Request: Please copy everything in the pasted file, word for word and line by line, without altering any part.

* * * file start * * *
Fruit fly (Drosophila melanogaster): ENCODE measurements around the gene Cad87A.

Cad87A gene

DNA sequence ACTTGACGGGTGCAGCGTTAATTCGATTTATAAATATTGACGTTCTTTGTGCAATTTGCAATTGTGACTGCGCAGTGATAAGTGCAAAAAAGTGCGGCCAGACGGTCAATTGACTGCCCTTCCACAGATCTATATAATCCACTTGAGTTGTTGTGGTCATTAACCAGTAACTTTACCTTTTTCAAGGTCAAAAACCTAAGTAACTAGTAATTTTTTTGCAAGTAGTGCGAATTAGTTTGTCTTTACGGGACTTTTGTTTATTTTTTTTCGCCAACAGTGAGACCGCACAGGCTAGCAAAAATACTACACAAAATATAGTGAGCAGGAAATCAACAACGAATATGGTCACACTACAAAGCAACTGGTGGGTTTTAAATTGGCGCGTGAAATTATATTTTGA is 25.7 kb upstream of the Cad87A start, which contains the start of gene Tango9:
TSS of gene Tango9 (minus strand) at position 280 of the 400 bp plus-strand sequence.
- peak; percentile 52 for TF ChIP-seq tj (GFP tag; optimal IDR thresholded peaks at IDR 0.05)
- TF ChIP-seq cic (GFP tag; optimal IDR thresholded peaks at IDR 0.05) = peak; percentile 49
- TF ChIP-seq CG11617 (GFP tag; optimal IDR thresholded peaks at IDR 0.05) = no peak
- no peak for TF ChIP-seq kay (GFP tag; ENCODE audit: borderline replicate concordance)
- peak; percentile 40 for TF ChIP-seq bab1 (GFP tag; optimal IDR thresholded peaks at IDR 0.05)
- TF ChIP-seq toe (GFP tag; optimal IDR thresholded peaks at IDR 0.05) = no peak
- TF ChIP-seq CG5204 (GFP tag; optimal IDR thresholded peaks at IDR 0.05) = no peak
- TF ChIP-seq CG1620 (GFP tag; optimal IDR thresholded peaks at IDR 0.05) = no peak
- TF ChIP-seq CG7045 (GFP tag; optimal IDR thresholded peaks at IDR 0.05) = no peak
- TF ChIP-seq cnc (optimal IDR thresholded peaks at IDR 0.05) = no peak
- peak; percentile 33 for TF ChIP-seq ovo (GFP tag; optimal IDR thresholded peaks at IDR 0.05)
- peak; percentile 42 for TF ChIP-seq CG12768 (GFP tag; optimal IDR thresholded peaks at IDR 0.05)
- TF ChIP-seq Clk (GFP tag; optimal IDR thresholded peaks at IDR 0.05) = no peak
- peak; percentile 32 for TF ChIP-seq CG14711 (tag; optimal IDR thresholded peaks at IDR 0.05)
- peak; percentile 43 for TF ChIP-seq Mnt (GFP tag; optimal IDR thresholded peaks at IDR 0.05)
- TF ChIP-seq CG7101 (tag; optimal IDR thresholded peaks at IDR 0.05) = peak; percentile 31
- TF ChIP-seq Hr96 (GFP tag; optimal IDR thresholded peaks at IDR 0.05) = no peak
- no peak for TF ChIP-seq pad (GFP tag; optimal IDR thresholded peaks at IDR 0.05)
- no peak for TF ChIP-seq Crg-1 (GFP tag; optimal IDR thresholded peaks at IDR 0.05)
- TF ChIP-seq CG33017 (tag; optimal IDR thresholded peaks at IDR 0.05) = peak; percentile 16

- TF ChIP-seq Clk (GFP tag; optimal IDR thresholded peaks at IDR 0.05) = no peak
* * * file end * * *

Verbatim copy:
Fruit fly (Drosophila melanogaster): ENCODE measurements around the gene Cad87A.

Cad87A gene

DNA sequence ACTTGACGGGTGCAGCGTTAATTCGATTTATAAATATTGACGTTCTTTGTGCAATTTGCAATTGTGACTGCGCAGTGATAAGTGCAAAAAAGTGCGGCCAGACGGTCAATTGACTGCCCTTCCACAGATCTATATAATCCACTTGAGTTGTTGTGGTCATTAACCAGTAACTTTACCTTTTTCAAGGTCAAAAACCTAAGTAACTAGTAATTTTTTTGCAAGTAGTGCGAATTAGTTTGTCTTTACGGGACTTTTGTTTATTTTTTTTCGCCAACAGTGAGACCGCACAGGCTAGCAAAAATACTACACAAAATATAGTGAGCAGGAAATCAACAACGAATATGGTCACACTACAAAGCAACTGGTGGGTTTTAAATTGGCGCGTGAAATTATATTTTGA is 25.7 kb upstream of the Cad87A start, which contains the start of gene Tango9:
TSS of gene Tango9 (minus strand) at position 280 of the 400 bp plus-strand sequence.
- peak; percentile 52 for TF ChIP-seq tj (GFP tag; optimal IDR thresholded peaks at IDR 0.05)
- TF ChIP-seq cic (GFP tag; optimal IDR thresholded peaks at IDR 0.05) = peak; percentile 49
- TF ChIP-seq CG11617 (GFP tag; optimal IDR thresholded peaks at IDR 0.05) = no peak
- no peak for TF ChIP-seq kay (GFP tag; ENCODE audit: borderline replicate concordance)
- peak; percentile 40 for TF ChIP-seq bab1 (GFP tag; optimal IDR thresholded peaks at IDR 0.05)
- TF ChIP-seq toe (GFP tag; optimal IDR thresholded peaks at IDR 0.05) = no peak
- TF ChIP-seq CG5204 (GFP tag; optimal IDR thresholded peaks at IDR 0.05) = no peak
- TF ChIP-seq CG1620 (GFP tag; optimal IDR thresholded peaks at IDR 0.05) = no peak
- TF ChIP-seq CG7045 (GFP tag; optimal IDR thresholded peaks at IDR 0.05) = no peak
- TF ChIP-seq cnc (optimal IDR thresholded peaks at IDR 0.05) = no peak
- peak; percentile 33 for TF ChIP-seq ovo (GFP tag; optimal IDR thresholded peaks at IDR 0.05)
- peak; percentile 42 for TF ChIP-seq CG12768 (GFP tag; optimal IDR thresholded peaks at IDR 0.05)
- TF ChIP-seq Clk (GFP tag; optimal IDR thresholded peaks at IDR 0.05) = no peak
- peak; percentile 32 for TF ChIP-seq CG14711 (tag; optimal IDR thresholded peaks at IDR 0.05)
- peak; percentile 43 for TF ChIP-seq Mnt (GFP tag; optimal IDR thresholded peaks at IDR 0.05)
- TF ChIP-seq CG7101 (tag; optimal IDR thresholded peaks at IDR 0.05) = peak; percentile 31
- TF ChIP-seq Hr96 (GFP tag; optimal IDR thresholded peaks at IDR 0.05) = no peak
- no peak for TF ChIP-seq pad (GFP tag; optimal IDR thresholded peaks at IDR 0.05)
- no peak for TF ChIP-seq Crg-1 (GFP tag; optimal IDR thresholded peaks at IDR 0.05)
- TF ChIP-seq CG33017 (tag; optimal IDR thresholded peaks at IDR 0.05) = peak; percentile 16

- TF ChIP-seq Clk (GFP tag; optimal IDR thresholded peaks at IDR 0.05) = no peak